Vegan Savory Items

Sometimes the overwhelming selection on display in many stores can lull you into a false sense of security, believing that there is a huge selection for vegans. It essentially boils down to what’s on this list. If you aren’t sure, and something looks like it might be vegan, check our vegetarian and vegan kanji list for the keywords to look out for, paying special attention to the kanji for fish stock and chicken extract.

Rice Balls

One of our favorite snacks is the good old rice ball, onigiri in Japanese. Why on earth hasn’t Western culture caught up with this concept yet? Many rice balls contain fish stock or fish, but there are normally one or two choices for vegans.

  • Salt
  • Plum
  • Seaweed (double-check for fish stock)


Japan’s love of tofu yields a tofu version of basically everything. Yogurt, noodles, desserts, you name it. Watch out for gelatin in yogurt and desserts, as well as fish stock in packets of noodles.

  • Asahico’s Purin, Chinese Almond Pudding: Widely available across many stores and clearly labeled as vegan, it’s close to the real thing.
  • Tofu Bars: Some flavors of these protein bars are veggie and some aren’t. Ones that aren’t include the wafu (Japanese style) flavor. The plain version is a good bet.
  • Tofu Noodles: In the last five years, tofu noodles have appeared everywhere, in a variety of flavors. Be sure to check the ingredients carefully on these. The plain ones from Family Mart, for instance, contain fish stock. Go for the sesame variety instead. Is It Vegan Japan has a great list.


Salads are tricky, as Japan loves to put small amounts of animals in them.

  • Plain: Many — if not all — convenience stores have plain salads available. Be sure to check the contents to see that you aren’t accidentally picking up one with bonus shredded chicken or tiny fish.
  • Dressing: Most dressings served in little packets next to the salads are vegan. Just be careful of honey.

Hot Foods

  • Hash browns: Oily as heck, but suitable for vegans.
  • Fries: Sold at the front of the store, piping hot.
  • Anman (steamed buns): Among the hot, steamed Chinese buns next to the cash register, you’ll usually find a sweet red bean paste one. That is vegan. Look out for the sesame paste anman from Lawson.

Photo by Terence Toh Chin Eng via Shutterstock

Vegan Savory Snacks

When you need a quick pick-me-up.

Packet Snacks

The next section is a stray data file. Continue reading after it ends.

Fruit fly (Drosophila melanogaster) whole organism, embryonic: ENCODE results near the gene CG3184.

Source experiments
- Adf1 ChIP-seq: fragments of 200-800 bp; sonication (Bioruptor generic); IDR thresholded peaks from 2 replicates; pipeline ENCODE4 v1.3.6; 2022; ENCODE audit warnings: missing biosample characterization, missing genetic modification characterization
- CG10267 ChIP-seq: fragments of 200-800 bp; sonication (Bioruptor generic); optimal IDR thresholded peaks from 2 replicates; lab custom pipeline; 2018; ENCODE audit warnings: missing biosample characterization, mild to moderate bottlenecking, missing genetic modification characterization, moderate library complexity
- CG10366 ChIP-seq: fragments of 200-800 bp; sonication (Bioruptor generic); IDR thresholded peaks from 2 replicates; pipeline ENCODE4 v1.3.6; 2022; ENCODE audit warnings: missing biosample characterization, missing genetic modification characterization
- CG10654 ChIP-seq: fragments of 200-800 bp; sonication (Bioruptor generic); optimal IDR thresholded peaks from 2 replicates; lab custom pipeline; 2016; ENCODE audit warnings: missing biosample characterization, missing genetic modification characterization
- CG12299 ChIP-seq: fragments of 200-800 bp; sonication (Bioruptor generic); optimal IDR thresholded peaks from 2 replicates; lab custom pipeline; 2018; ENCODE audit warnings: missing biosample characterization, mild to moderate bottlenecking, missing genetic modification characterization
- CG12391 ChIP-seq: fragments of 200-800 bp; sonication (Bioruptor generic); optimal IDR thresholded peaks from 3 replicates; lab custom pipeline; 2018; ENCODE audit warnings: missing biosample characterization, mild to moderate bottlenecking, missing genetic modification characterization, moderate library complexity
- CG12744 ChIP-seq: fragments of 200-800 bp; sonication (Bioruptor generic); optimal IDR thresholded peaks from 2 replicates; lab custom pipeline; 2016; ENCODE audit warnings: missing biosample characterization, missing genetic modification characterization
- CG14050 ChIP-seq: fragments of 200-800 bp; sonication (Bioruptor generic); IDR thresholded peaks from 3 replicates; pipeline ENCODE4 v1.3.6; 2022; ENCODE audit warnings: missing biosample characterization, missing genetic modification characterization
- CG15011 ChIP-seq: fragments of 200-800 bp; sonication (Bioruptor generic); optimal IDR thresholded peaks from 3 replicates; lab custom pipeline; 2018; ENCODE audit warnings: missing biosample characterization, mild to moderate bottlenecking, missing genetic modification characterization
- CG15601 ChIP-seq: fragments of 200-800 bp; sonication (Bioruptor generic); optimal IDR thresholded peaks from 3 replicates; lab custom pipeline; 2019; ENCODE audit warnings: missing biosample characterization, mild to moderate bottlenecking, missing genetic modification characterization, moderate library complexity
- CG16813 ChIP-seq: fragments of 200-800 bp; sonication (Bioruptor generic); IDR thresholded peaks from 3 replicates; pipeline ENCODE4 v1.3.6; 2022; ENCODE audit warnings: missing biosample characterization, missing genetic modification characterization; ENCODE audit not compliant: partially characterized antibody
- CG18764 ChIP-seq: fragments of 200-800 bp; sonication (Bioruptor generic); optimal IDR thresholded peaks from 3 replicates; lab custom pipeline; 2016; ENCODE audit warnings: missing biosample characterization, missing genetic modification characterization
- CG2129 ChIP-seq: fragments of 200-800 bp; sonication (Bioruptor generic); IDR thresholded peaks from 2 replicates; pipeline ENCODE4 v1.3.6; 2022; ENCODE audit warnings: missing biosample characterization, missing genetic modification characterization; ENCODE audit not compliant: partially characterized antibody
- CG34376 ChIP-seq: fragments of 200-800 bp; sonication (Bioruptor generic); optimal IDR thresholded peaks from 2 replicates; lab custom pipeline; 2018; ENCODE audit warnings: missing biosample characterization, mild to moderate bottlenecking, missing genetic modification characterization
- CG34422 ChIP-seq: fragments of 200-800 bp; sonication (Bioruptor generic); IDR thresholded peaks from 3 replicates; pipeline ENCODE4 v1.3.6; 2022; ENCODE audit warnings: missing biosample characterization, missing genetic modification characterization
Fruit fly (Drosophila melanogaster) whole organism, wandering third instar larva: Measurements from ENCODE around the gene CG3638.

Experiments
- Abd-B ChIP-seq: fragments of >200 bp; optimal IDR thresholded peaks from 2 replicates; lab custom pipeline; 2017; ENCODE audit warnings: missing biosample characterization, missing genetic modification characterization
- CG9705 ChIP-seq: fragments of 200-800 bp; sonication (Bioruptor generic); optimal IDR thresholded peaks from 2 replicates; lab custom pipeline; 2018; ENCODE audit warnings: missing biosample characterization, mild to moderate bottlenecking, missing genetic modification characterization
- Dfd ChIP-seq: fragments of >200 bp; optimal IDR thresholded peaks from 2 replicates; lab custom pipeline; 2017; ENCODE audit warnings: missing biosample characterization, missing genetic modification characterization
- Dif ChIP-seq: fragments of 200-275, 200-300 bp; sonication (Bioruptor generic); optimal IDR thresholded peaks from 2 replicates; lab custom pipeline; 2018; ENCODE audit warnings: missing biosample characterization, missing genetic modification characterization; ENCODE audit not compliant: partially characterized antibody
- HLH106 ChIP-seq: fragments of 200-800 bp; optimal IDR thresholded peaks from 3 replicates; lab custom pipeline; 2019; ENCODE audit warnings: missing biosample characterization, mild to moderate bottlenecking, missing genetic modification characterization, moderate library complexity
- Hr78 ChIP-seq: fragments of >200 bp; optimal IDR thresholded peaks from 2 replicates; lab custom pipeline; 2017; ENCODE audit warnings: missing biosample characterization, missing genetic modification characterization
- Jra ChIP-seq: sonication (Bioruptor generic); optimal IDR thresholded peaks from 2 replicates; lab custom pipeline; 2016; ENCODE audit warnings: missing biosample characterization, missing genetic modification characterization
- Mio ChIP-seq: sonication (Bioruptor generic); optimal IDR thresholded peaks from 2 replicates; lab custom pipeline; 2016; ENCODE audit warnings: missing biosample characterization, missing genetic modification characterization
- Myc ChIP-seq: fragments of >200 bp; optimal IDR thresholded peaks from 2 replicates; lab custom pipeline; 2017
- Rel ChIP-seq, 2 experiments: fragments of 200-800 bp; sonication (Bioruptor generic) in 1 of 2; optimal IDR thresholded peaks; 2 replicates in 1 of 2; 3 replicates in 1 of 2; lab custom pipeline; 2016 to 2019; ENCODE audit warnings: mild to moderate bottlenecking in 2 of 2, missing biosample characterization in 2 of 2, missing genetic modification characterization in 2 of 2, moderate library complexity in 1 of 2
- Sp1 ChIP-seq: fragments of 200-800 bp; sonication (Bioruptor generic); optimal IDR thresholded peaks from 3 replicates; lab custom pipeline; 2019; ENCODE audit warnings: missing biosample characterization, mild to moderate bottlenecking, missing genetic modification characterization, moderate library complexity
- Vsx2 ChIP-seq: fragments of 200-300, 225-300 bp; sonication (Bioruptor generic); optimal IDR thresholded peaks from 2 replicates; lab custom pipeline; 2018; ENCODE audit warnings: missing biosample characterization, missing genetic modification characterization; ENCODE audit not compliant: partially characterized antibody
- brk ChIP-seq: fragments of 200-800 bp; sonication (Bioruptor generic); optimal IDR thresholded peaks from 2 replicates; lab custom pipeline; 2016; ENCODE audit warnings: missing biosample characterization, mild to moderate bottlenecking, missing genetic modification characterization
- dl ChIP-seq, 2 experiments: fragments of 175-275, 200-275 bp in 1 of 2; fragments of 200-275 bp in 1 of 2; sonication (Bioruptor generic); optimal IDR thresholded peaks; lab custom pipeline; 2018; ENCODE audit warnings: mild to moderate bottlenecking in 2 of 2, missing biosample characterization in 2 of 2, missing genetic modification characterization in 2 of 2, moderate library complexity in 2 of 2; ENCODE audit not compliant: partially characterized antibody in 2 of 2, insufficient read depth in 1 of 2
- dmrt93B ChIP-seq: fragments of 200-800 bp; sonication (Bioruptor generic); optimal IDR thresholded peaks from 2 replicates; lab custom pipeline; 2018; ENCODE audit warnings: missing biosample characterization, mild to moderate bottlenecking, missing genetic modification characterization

These are snacks people often have with alcohol. Many of the classic varieties are vegan.

  • Nuts
  • Dried plum sheets
  • Dried konbu (Japanese seaweed)
  • Popcorn: Salt flavors are generally vegan.

Potato Chips

You probably won’t be able to partake in the exciting flavors like pizza and spicy cod roe. But local favorites like seaweed and extra-crispy are good to go. For a comprehensive list, see the Is It Vegan site.


  • Ritz Biscuits: These are great for camping.
  • Vegetable sticks: Try daikon for a subtle Japanese hit.
  • Dried Sweet Potato: A lifesaver. Sweet, rich and chewy, it’s everything you wish a dried banana could be, and more.

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Vegan Sweet Snacks

Even vegans and flexi-gans need that sweet fix.

Japanese Sweets

You’ve come all this way, so of course, you want to try something that is Japanese. Rice-based wagashi, such as mochi (rice cakes) and daifuku are often made without milk and eggs, and tend to be vegan — lucky you. Watch out for shortening, though.


Fruit is fine. Nothing added here. From pineapple and apple to kiwi and orange, take your pick. Fruit in syrup is also okay.


As long as it isn’t gummy sweets, jelly is generally suitable for vegans, too. Normally, the thickener here will be agar-agar or something similar. As one of the main allergens, the company is legally obliged to indicate if it is used, so check the packet to see if gelatin is included in the ingredients or not.

Ice Creams

Arguably, the best vegan foods are accidentally vegan, meaning that the original recipe doesn’t need changing because the product is vegan to start with. The good news is that a few Japanese ice creams fall into that category.


Sorry, vegans, there is really not that much on offer in terms of chocolate in a typical convenience store. That said, the dark chocolate flavor of Ippon Manzoku is your savior when it comes to vegan chocolate bars. Delicious, and great for an energy boost, too.

Photo by Morumotto via Shutterstock

Vegan Drinks

Hangover remedies that look like they’ve been dealt out of someone’s coat? We got you. Strange soy milk flavors? Let’s go.

  • Ukon no Chikara: The most popular turmeric-based drink for curing a salaryman’s hangover, Ukon no Chikara is loved by suits and students alike.
  • Soy latte: Many of the soy lattes are vegan, although you’ll need to be careful of bonus milk.
  • Kikkoman soy milk: Kikkoman, Japan’s most popular brand of soy milk, has a range of flavors that are suitable for vegans, from sweet potato to dorayaki. The latter is great for vegans because even though the real thing is off-limits, it’s available to drink.
  • Black vinegar drinks: Known as kurozu drinks, these come in black cartons, normally a mix of apple juice and vinegar, marketed as providing an uplift. Surprisingly tasty.
  • Fruit juices and smoothies: The majority of these are vegan. The odd smoothie may contain milk products.

More Japan Vegan Guides

If you’re after other vegan-related information to help you enjoy your time in Japan, check out our other guides: